The one on the left is nickel plated, something I did not see in a Durobor and the glass that came with it is unmarked. It could be that the brand name on the glass faded over time or it could be a third party made. The middle very tall one is a totally different design and has a very old glass with imperfections in them. The metal bits are chromium plated, again not seen before in Durobors. This being said I do need to point out that I found a similar looking machine that did have a Durobor signed high glass in it. These are very early by the way, I would say 1930’s – 1940’s. So hard to say if these are, or are not Durobor made.

Then there are the many 1980’s – 1990’s Durobor I see in stainless steel as pictured above. This almost always have a Duralex signed glass in them. The bases are almost always open where the openings have a simple design. The handles and the C-shaped (welded) handle on the top are almost always the same shape. These are from around the time that Durobor stopped making them it seems. So there are several possibilities. Perhaps Durobor just stopped making them, perhaps Duralex just made replacement glasses because Durobor did not, or perhaps the metal manufacturer rather worked with Duralex then with Durobor. Duralex is French so it is also possible that this is a compelte French manufacture, rather then Belgium. This could be the case after Durobor no longer hold the patent (that I could not find)..who know.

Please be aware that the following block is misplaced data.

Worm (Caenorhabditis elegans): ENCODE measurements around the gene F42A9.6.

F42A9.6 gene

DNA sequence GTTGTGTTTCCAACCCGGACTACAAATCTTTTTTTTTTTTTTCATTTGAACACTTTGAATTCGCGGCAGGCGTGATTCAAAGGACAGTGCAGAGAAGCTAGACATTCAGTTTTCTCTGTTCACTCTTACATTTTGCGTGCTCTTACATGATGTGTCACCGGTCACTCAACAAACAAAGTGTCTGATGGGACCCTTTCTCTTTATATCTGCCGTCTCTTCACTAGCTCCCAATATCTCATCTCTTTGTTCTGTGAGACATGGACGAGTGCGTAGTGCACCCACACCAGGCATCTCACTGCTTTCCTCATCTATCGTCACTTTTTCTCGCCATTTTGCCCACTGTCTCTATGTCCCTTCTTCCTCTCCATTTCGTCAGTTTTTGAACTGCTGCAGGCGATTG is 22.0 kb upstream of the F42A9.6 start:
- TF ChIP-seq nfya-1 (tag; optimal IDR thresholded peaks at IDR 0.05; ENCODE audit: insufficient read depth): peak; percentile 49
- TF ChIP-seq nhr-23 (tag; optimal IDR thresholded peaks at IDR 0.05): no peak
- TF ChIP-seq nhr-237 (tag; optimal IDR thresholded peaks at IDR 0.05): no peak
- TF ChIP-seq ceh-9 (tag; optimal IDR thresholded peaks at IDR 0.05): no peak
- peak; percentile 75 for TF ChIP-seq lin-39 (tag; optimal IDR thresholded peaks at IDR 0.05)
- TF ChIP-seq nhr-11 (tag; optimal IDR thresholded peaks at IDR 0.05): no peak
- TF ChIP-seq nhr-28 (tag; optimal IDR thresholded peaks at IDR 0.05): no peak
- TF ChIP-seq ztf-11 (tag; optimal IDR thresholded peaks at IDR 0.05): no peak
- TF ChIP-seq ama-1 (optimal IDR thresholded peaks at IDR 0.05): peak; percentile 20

Small update for anomalies which can support the above line of thought or may show there was a wide variety of makers. Below is shown a aluminium Durobor with a Duralex glass, where the bottom is clearly stamped Italy. This seems to have little to do with Belgium. Also the design of the clover I have not seen in any Durobor marked pieces. Could be an Italian market clone…or perhaps even the original where Durobors where build upon? The overall design and build put’s it around 1960. You can see it in all it’s splendor here.

I also came across the one below. Again a little different design. This time from the 1980’s in stainless steel with very ornate handles and a shield shaped opening. You can find more pictures here. It has again a Duralex glass but the small stamp is most interesting. It reads Metawa Holland a Metalware manufacturer from the Netherlands. So the plot thickens…

Collecting vintage Durobor

When drinking slow coffee with a small group of people at home or serving slow coffee in a restaurant or bar, the single serve drip style Durobor could be the choice for you. There is plenty of styles to choose from and they are easy to operated. So not only looking good but very practical and stylish for your personal cup of Joe. Just be careful not to remove the white brand printed on the glass and of course with the glass in general because they cannot be replaced. Enjoy your coffee!